Appeal from the Circuit Court of Du Page County. No. 96--CF--498. Honorable Michael J. Burke, Judge, Presiding.
The opinion of the court was delivered by: Justice Bowman.
Modified April 26, 2002, Upon denial of rehearing.
Following a bench trial, defendant, Augustin Acosta, was found guilty of first-degree murder (720 ILCS 5/9--1(a)(1), (a)(2) (West 1996)) and subsequently sentenced to natural life imprisonment. Defendant appealed, and this court, on February 3, 1998 (People v. Acosta, 294 Ill. App. 3d 1112 (1998) (unpublished order under Supreme Court Rule 23)), affirmed defendant's conviction and sentence. On April 14, 1998, we denied defendant's petition for rehearing. On March 1, 2000, defendant filed a petition for post-conviction relief. Following a hearing on the State's motion to dismiss the petition, the trial court granted the motion and denied defendant's petition. This appeal ensued.
Defendant appeals, contending that (1) section 122--1(c) of the Post-Conviction Hearing Act (725 ILCS 5/122--1(c) (West 1998)), which defines the limitations period for filing a post-conviction petition, is unconstitutionally vague; (2) the trial court erred in refusing to grant an evidentiary hearing on the ground that he was coerced into testifying by his trial defense counsel; and (3) his natural life sentence is unconstitutional under the holding in Apprendi v. New Jersey, 530 U.S. 466, 147 L. Ed. 2d 435, 120 S. Ct. 2348 (2000).
The following facts are substantially in the same form as they appeared in our Rule 23 order affirming defendant's conviction and sentence. The victim, Tyler Lerma-Miller, lived with his mother Anne Marie Lerma and defendant, Anne Marie's boyfriend. Tyler was born on January 23, 1994. Beginning in February 1996, defendant occasionally cared for Tyler during the day while Anne Marie worked. Over the next month Anne Marie began to notice cuts and bruises on Tyler. On the morning of March 8, 1996, Anne Marie left Tyler with defendant while she was at work. Before arriving at work, she called home and defendant told her that Tyler had fainted while defendant was bathing him.
The police officer who responded to the 911 call observed bruises on Tyler's cheek, neck, chest, arms, and legs. He also noticed that Tyler's neck was red and swollen. The officer attempted resuscitation, but Tyler exhibited no vital signs.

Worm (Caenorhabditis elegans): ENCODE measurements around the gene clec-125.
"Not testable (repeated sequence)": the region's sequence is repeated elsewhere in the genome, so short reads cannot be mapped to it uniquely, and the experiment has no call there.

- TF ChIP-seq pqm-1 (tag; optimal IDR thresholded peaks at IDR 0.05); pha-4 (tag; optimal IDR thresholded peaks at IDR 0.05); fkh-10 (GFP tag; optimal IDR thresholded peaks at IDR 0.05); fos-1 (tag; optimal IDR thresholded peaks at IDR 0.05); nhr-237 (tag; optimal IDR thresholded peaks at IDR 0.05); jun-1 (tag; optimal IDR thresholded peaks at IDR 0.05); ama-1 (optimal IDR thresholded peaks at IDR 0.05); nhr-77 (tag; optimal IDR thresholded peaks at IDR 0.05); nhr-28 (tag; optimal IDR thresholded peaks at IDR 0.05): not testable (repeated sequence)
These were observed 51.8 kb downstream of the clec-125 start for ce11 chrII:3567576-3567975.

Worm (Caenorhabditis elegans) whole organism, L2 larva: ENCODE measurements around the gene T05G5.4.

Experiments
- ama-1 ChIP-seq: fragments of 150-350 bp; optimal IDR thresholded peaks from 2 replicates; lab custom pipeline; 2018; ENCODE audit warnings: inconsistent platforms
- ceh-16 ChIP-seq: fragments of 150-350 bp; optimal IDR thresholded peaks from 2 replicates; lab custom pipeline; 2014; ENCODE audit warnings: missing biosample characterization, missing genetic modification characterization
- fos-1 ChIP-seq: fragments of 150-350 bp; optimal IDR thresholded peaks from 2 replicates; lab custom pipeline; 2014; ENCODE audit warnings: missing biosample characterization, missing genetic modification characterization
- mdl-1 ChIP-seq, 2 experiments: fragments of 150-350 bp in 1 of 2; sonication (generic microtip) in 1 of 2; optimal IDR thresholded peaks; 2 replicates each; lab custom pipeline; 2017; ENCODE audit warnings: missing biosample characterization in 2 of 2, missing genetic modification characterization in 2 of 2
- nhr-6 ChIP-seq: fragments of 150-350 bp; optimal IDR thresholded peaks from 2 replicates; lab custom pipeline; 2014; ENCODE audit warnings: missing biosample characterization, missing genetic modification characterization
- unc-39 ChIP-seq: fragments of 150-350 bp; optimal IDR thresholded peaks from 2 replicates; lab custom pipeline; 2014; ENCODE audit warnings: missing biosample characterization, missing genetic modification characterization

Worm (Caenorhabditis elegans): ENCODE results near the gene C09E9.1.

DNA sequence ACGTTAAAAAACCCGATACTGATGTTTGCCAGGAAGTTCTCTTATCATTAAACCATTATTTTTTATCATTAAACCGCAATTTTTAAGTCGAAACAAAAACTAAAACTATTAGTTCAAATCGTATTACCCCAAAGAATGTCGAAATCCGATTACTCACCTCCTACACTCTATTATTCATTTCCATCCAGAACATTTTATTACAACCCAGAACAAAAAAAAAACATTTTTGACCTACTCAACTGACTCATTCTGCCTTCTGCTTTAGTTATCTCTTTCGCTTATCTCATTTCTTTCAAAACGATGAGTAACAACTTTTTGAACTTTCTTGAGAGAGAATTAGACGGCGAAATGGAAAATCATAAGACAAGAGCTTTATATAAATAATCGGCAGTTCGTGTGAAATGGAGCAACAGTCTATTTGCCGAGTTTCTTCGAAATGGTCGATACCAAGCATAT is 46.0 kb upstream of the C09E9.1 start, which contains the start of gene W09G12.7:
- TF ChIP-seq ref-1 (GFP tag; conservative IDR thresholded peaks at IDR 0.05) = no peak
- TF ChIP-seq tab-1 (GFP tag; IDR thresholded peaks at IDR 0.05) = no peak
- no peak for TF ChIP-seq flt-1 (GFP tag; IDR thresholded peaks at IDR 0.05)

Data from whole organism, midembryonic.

The pathologist who performed the autopsy noticed various bruises on Tyler's body. He found hemorrhaging around the lungs, a laceration of the liver, and fractured ribs. He believed that the internal injuries were consistent with repeatedly being struck with a hand or fist. He considered the cause of death to be multiple injuries due to multiple blunt force trauma.
Defendant, who was 31 years old at the time of trial, admitted that he struck Tyler in the bathtub that morning but that he did not intend to hurt him. He also hit him twice with a plastic pitcher that was used to rinse Tyler's hair. Defendant pulled Tyler out of the tub by his neck but did not choke him. He carried Tyler to the couch. When he came to dress him, he noticed that Tyler had stopped breathing.
At the conclusion of the trial, the court found defendant guilty of first-degree murder.
In his first contention, defendant does not dispute that his post-conviction petition was untimely filed but argues that section 122-- 1(c) of the Post-Conviction Hearing Act (Act) (725 ILCS 5/122--1(c) (West 1998)), which sets forth the limitations period for filing a post-conviction petition, is unconstitutionally vague and, therefore, the trial court's dismissal of his petition based on its untimeliness should be reversed. Defendant admitted in the trial court that the statutorily prescribed time for the filing of his post-conviction petition had expired at the time his petition was filed but maintained that the delay in filing was not due to his culpable negligence. In this court defendant does not challenge the trial court's finding regarding the lack of culpable negligence in timely filing his petition but, instead, for the first time, challenges the constitutionality of the statute that establishes the time limitations within which to file a petition. Defendant acknowledges that he failed to raise this constitutionality claim in the trial court but correctly asserts that the constitutionality of a criminal statute may be challenged at any time. People v. Wright, 194 Ill. 2d 1, 23 (2000). The constitutionality of a statute is a question of law, which we review de novo. People v. McClanahan, 191 Ill. 2d 127, 132 (2000).
Statutes are presumed to be constitutional, and the party challenging the constitutionality of a statute has the burden of establishing that it is invalid. Wright, 194 Ill. 2d at 24. Due process requires that a statute must not be "so vague" that persons of common intelligence must necessarily guess at its meaning or application. People v. Warren, 173 Ill. 2d 348, 356 (1996). However, mathematical certainty in language is not required. Warren, 173 Ill. 2d at 356. Further, acts of the legislature must be construed so as to uphold their constitutionality and validity if it can be reasonably done and, if their construction is doubtful, the doubt will be resolved in favor of the validity of the challenged law. People v. Fisher, 184 Ill. 2d 441, 448 (1998).
Section 122--1(c) of the Post-Conviction Hearing Act states as follows:
"No proceedings under this Article shall be commenced more than 6 months after the denial of a petition for leave to appeal or the date for filing such a petition if none is filed or more than 45 days after the defendant files his or her brief in the appeal of the sentence before the Illinois Supreme Court (or more than 45 days after the deadline for the filing of the defendant's brief with the Illinois Supreme Court if no brief is filed) or 3 years from the date of conviction, whichever is sooner, unless the ...